Increases resolution by exploiting interference patterns created when two grids are overlaid at an angle
In SIM imaging resolution is increased by exploiting interference patterns (moiré patterns) when two grids are overlaid at an angle. Moiré patterns can be distinguished under the microscope, even when one or both of the original ‘grids’ is too small to resolve. In SIM, one of the grids takes the form of structured excitation light (essentially strips of light similar to a barcode), while the other is the specimen’s unknown distribution of fluorescent probes. As the pattern of light illumination is structured and, therefore, known, it is possible to obtain information about the pattern of fluorescence in the sample from the moiré pattern, which can be used to create both 2-D and 3-D super-resolution images.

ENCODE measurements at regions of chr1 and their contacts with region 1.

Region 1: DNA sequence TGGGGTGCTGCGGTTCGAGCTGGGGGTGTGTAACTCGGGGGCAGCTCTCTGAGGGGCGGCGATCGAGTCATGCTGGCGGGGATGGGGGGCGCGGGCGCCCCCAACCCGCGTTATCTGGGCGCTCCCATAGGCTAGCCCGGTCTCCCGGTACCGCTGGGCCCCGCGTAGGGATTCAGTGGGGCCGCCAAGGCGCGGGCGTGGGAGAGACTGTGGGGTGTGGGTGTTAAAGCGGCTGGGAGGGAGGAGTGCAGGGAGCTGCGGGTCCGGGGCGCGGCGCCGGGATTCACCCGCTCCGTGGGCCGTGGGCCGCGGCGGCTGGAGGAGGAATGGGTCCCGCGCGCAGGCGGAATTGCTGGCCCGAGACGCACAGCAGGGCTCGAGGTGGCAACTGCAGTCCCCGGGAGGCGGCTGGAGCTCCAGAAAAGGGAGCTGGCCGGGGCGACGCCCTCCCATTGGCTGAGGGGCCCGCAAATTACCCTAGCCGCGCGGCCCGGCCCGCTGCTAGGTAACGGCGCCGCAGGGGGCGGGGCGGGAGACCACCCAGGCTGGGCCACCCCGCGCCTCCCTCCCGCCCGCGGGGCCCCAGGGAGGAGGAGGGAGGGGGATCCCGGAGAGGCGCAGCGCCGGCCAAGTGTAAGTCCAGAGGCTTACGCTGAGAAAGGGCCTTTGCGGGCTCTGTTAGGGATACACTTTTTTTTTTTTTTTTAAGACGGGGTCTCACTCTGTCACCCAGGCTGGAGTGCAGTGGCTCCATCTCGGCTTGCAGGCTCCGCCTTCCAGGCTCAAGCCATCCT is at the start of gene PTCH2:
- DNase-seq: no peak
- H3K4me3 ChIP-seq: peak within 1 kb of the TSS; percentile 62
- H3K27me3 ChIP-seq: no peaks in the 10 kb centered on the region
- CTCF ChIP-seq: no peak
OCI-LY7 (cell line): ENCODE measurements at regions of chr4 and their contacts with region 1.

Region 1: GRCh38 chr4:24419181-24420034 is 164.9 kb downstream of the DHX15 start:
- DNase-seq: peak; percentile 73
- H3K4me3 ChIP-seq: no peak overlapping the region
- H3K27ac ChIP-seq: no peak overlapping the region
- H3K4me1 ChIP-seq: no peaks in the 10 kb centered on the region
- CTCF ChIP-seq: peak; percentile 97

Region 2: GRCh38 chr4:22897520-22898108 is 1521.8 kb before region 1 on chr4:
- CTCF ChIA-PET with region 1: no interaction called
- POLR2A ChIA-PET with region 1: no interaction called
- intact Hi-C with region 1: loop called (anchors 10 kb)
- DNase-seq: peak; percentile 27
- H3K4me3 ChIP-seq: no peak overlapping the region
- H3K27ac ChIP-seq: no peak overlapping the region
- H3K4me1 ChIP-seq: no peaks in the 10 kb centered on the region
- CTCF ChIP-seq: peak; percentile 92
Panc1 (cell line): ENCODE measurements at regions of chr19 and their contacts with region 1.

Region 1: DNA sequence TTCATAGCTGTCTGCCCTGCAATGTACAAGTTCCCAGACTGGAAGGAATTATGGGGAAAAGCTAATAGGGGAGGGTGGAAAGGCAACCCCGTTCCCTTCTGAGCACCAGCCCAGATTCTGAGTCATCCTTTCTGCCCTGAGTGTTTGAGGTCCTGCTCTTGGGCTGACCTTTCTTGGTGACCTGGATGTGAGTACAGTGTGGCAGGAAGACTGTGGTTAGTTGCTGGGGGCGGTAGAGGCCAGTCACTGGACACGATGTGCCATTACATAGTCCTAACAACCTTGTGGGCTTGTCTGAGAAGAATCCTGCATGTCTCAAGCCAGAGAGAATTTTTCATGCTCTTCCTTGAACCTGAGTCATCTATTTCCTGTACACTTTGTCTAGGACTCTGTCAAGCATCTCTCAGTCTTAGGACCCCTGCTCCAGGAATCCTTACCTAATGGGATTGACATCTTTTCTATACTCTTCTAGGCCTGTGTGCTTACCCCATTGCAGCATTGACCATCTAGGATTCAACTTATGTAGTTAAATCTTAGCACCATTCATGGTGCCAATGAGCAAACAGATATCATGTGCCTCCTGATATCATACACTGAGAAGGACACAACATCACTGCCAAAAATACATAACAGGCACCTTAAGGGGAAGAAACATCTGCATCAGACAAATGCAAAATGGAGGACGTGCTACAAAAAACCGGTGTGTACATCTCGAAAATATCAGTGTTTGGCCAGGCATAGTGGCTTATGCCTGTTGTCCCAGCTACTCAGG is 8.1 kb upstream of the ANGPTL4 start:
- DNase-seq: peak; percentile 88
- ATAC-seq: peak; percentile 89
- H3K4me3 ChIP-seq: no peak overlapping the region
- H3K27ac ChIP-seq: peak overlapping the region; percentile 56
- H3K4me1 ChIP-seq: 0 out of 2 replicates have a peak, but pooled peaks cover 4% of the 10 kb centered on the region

SIM provides a ~two-fold improvement in xyz resolution with minimal changes to standard indirect immunofluorescence sample preparation. With its ease of use and intrinsic optical sectioning properties, N-SIM is quickly becoming the imaging tool of choice for high resolution, multi-channel imaging, 3D imaging. SIM imaging can also be applied to living, moving specimens enabling the observation of, for example, mitochondrial dynamics in living cells.
Nikon’s N-SIM imaging system (available through a license agreement with the University of California, San Francisco Office of Technology Management for Structured Illumination Microscopy) is based on the Eclipse Ti inverted research level microscope with Perfect Focus System (PFS) and CFI Apo TIRF 100x oil objective lens (N.A. 1.49).